Still another alumni, Larry T., who arrived at the treatment centre on Christmas Eve of 2014, agrees. There is plenty of freedom to be gained in getting off the fast lane.
“At first, Easy Does It meant simply don’t rush into things. It still means that but, also, now, the body and the mind will do more if we relax and take deep breaths.”
Another man with long term recovery, Jon W. from Calgary, says Easy Does It helps with his perfectionism.
“When I came [into recovery] in 1996, to me it suggested that I didn’t have to understand everything right away, which, as a defensive neurotic perfectionist, is my natural tendency. But, 20 years later, it says to me that if I have spirituality as the focus of my life, then the logistics and details of life are not as important and not as worrisome to me. That is exactly what I believe, totally. I don’t really get too worried about things anymore.”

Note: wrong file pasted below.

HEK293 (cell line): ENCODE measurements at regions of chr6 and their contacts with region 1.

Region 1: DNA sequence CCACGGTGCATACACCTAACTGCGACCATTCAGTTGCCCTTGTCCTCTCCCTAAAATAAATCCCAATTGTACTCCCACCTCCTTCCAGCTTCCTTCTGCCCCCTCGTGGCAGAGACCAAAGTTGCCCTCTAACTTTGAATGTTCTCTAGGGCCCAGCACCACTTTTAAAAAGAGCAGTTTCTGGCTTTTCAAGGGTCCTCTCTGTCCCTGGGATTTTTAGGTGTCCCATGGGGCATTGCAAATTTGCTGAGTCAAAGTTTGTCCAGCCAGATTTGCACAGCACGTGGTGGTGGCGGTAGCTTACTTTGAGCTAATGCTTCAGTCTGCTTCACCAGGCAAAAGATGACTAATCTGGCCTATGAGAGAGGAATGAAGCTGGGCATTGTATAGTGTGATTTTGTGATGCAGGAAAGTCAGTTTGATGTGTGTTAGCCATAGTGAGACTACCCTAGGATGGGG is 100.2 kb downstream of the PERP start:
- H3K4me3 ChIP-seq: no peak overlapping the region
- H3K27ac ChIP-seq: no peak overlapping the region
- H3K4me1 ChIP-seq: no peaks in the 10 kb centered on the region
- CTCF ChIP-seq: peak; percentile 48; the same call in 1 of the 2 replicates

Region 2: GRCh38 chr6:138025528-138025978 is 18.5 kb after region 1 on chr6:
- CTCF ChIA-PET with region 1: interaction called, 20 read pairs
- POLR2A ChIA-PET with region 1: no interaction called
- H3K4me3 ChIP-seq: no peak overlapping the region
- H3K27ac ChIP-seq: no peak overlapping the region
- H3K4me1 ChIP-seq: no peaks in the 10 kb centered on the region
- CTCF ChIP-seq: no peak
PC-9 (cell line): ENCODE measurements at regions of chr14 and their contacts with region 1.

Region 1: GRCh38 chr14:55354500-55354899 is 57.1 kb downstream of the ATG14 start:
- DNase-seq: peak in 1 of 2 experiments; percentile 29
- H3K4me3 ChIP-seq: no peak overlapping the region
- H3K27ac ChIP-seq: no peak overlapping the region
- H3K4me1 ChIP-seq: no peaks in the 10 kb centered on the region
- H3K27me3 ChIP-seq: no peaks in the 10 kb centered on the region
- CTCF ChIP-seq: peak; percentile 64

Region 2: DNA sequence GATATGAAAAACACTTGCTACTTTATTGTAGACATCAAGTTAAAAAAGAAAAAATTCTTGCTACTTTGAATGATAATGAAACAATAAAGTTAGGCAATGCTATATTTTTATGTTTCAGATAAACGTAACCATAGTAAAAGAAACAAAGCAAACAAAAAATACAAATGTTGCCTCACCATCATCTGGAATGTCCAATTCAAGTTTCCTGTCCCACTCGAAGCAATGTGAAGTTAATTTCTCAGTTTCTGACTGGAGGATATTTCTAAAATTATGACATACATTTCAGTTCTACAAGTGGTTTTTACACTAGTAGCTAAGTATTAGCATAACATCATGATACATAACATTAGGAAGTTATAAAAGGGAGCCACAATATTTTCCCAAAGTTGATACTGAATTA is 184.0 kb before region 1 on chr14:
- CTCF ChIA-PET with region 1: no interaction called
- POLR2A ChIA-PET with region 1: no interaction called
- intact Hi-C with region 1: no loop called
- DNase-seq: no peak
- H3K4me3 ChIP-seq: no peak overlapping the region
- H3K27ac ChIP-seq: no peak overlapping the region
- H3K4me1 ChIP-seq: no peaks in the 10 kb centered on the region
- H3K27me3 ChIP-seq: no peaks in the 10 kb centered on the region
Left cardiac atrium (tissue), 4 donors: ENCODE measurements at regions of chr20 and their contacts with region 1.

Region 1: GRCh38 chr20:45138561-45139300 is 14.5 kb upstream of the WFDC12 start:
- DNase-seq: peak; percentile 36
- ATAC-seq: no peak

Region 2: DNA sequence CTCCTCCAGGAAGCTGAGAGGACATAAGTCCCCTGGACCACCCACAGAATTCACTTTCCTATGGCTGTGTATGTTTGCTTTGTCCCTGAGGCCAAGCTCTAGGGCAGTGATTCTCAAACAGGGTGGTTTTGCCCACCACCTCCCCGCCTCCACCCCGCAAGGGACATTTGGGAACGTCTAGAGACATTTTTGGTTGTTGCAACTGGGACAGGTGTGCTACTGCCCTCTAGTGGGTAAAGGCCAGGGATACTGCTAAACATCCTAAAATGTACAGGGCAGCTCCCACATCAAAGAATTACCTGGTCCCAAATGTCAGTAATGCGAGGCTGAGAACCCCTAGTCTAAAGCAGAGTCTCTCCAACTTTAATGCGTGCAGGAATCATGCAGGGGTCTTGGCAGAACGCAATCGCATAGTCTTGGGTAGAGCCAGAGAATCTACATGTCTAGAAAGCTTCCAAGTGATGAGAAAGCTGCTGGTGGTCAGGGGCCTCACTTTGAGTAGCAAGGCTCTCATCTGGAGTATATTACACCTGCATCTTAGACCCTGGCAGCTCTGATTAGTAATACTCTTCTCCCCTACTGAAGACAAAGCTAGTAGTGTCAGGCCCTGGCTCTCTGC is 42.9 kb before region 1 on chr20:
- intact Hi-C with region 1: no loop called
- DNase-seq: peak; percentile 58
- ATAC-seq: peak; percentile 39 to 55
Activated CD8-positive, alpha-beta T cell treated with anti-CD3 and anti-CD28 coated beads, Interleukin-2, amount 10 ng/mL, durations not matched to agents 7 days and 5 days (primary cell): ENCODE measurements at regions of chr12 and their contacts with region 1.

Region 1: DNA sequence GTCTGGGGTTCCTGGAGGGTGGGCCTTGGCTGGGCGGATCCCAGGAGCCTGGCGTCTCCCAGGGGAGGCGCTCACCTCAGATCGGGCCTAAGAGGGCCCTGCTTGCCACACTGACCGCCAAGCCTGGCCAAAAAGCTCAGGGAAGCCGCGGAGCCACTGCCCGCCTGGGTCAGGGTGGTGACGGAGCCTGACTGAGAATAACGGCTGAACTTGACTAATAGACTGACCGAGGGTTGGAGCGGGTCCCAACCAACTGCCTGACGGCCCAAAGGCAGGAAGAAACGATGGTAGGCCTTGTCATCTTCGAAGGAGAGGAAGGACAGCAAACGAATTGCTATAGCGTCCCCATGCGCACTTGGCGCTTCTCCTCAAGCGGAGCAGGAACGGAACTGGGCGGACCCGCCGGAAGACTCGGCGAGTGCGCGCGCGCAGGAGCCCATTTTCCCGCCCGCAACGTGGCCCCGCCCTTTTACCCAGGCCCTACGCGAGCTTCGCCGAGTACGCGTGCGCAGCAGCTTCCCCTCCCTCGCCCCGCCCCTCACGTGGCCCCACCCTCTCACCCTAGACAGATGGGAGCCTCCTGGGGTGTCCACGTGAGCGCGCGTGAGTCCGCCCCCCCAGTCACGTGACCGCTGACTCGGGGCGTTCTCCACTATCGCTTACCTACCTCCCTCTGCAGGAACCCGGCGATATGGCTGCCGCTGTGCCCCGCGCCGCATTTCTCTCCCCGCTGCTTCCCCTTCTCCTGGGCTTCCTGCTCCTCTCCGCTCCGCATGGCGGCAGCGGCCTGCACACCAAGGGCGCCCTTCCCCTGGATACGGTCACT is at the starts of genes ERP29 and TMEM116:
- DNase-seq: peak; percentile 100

As for Ann, she has gone deep into the roots of her previous life and its propensity for not taking things easy at all. As an addictions counselor now, she understands the therapeutic value of the message in the slogan.
“Easy Does It? For me, it was this thing that I could never do. It was a very cognitive thing, an idea, a concept that made sense to me but I didn’t know how to do it because my body and my thoughts went so fast. It wasn’t until I started to study this modality of trauma therapy called Somatic Experiencing, which is Peter Levine’s work, that I started to really grasp Easy Does It on a holistic level. It was learning how to regulate my nervous system,” she says.
Dr. Levine is a master somatic therapist, an author and an expert in the physiological origins of trauma. Ann says, as a clinician and a woman in recovery, it was pivotal in her development to learn about how she processed inner and outer stimulation in her life.
“For me, Easy Does It at first was, sure, slow down and don’t do too much. I would take on too much and I would have to scale it back. It took me a lot of years of figuring out how to do less as far as external stuff. So, less work. Then I found I’d got addictive with meetings. So, MORE was my addiction. So, for me, Easy Does It, at first, was LESS.”